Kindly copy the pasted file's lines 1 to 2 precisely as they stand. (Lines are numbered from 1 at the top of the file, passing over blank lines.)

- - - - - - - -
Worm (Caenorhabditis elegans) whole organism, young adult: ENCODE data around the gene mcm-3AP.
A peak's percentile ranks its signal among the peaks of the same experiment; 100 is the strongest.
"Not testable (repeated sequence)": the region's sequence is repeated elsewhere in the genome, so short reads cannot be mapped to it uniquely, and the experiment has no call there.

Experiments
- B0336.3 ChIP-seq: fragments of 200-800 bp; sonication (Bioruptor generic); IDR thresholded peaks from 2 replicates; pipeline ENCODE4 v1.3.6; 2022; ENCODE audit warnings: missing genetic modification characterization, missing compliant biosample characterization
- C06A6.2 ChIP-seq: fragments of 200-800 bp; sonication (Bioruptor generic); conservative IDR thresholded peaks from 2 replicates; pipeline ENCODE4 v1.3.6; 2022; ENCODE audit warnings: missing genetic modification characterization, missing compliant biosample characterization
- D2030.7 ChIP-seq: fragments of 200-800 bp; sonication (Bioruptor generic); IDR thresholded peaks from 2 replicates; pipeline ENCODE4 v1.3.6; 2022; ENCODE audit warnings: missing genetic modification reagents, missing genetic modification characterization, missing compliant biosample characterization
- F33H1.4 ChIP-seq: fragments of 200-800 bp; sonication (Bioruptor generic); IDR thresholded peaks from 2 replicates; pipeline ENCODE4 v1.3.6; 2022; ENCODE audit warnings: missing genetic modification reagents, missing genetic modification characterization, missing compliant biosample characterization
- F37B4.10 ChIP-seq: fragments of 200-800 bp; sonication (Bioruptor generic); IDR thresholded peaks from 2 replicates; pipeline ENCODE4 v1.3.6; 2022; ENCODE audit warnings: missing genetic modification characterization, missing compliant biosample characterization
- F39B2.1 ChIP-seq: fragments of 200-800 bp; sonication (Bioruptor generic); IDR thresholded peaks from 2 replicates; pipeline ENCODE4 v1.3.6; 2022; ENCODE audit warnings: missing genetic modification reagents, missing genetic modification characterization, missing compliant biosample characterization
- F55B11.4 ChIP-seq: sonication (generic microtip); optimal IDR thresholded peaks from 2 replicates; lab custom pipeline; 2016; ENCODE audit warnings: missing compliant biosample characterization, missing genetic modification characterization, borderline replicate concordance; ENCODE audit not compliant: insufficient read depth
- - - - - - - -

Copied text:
Worm (Caenorhabditis elegans) whole organism, young adult: ENCODE data around the gene mcm-3AP.
A peak's percentile ranks its signal among the peaks of the same experiment; 100 is the strongest.